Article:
In a recent interview with Democracy Now!, WikiLeaks founder Julian Assange provided an inside account of the controversial grounding of Bolivian President Evo Morales’ plane by the United States in July 2013.
WikiLeaks had been providing logistical support and legal advice to NSA whistleblower Edward Snowden in his quest to reach Latin America for political asylum in the wake of his massive disclosures of the NSA’s bulk surveillance programs, and to keep the U.S. manhunt for Snowden off-track, was using various decoys and distractions, recounted Assange.
There was an international oil conference in Moscow at the time, Assange recalled, and because several presidential jets were departing the Russian capital at around the same time, there were discussions within the WikiLeaks organization whether to utilize one of those planes in order to ferry Snowden out. In their coded language WikiLeaks referred to Bolivia in order to confuse U.S. investigators who were hunting down Snowden (and presumably tapping WikiLeaks’ phones and reading their emails to do so).
This coded language was picked up by the U.S. intelligence community and was combined with a statement that President Morales had made publicly that was generally supportive of Snowden, and as Assange describes it, they “put two and two together and made 22.” As he told Democracy Now!’s Amy Goodman in an interview aired Thursday:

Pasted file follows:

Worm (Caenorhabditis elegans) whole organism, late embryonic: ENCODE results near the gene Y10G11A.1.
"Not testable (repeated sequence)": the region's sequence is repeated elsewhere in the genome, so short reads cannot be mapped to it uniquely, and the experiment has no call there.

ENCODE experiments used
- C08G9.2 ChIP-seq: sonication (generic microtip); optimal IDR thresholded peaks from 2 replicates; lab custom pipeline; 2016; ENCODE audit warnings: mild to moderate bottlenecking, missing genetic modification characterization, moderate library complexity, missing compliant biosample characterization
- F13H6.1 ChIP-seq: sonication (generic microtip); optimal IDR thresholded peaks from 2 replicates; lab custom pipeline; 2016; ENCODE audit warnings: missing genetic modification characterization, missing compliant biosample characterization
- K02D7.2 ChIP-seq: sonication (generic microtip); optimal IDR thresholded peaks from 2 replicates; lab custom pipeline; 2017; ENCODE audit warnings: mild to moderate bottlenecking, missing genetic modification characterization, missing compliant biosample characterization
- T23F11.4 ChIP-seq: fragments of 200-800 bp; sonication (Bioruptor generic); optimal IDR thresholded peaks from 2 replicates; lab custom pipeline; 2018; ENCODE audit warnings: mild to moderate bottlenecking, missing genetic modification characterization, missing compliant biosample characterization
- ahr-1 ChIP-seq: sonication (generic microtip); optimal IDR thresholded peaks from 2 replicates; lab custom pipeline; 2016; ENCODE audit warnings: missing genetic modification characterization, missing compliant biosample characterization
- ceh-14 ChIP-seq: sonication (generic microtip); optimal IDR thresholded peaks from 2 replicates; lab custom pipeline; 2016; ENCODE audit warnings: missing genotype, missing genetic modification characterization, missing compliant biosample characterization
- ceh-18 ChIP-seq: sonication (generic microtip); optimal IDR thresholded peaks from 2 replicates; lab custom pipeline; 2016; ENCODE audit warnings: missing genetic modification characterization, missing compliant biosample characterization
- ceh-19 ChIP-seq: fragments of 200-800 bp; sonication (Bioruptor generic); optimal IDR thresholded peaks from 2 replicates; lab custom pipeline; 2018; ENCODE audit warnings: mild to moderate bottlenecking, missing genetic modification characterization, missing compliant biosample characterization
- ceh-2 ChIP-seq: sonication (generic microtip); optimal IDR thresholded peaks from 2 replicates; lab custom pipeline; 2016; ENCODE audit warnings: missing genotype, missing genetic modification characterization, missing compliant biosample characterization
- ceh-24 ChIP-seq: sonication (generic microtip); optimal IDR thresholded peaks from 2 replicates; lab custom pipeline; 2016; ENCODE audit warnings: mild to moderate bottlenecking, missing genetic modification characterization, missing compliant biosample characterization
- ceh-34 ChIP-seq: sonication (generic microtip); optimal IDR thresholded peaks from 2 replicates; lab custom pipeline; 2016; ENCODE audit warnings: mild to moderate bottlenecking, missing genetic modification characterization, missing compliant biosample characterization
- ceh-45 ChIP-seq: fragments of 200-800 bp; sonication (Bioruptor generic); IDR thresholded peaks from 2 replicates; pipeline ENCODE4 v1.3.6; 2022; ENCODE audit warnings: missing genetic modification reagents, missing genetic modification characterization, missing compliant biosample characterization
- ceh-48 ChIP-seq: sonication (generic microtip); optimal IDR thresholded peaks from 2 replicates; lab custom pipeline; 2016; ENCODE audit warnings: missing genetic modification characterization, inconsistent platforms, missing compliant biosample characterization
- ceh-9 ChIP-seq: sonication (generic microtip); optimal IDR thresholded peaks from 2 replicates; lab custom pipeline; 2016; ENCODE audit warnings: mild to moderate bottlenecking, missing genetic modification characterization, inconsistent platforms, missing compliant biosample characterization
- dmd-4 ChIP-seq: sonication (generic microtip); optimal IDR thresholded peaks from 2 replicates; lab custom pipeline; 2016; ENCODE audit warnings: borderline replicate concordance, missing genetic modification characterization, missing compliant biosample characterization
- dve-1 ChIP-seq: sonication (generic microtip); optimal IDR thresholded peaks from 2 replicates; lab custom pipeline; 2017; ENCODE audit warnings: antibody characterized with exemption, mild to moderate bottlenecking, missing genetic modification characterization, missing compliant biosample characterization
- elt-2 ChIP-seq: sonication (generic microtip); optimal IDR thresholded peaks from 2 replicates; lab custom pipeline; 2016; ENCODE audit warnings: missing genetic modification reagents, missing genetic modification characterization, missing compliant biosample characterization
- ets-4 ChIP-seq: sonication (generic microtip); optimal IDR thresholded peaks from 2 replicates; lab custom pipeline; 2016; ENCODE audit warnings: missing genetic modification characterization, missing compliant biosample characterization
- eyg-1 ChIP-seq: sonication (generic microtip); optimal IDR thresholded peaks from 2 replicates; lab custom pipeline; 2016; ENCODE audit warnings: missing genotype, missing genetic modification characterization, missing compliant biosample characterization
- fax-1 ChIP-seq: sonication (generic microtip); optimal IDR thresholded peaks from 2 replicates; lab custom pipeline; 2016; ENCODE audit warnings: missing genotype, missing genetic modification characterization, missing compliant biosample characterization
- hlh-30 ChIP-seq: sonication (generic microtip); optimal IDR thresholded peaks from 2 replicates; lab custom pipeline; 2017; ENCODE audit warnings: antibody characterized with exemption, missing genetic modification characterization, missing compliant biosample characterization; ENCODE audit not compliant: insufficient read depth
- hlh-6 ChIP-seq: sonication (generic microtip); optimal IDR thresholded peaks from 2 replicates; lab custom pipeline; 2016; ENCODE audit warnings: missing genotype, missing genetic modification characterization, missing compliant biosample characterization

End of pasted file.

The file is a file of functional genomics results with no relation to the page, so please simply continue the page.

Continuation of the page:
A number of presidential jets are flying back, and we are considering one of these. And so, we then—our code language that we used deliberately swapped the presidential jet that we were considering for the Bolivian jet. And so we just spoke about Bolivia in order to distract from the actual candidate jet. And in some of our communications, we deliberately spoke about that on open lines to lawyers in the United States. And we didn’t think much more of it. We had engaged in a number of these distraction operations in the asylum maneuver from Hong Kong, for example, booking him on flights to India through Beijing and other forms of distraction, like Iceland, for example. We didn’t think this was anything more than just distracting.
But the U.S. picked up a statement, a supportive statement made in Moscow by President Evo Morales, and appears to have picked up our codeword for the actual operation, and put two and two together and made 22, and then pressured France—successfully pressured France, Portugal and Spain to close their airspace to President Evo Morales’s jet in its flight from Moscow to the Canary Islands for refueling and then back to Bolivia. And as a result, it was forced to land in Vienna. And then, once in Vienna, there was pressure to search the plane.
Although Morales refused to let the authorities board the plane, which under international law functions as a “flying embassy” with all of the rights, privileges and immunities guaranteed by the 1961 Vienna Convention, the fact that the United States forced the plane to land at all was a serious breach of diplomatic protocol and international law, for which Washington has still refused to apologize.
It also demonstrated the intense arrogance and contempt that the United States shows to Latin America in general and the subservient nature of European countries to the superpower across the pond.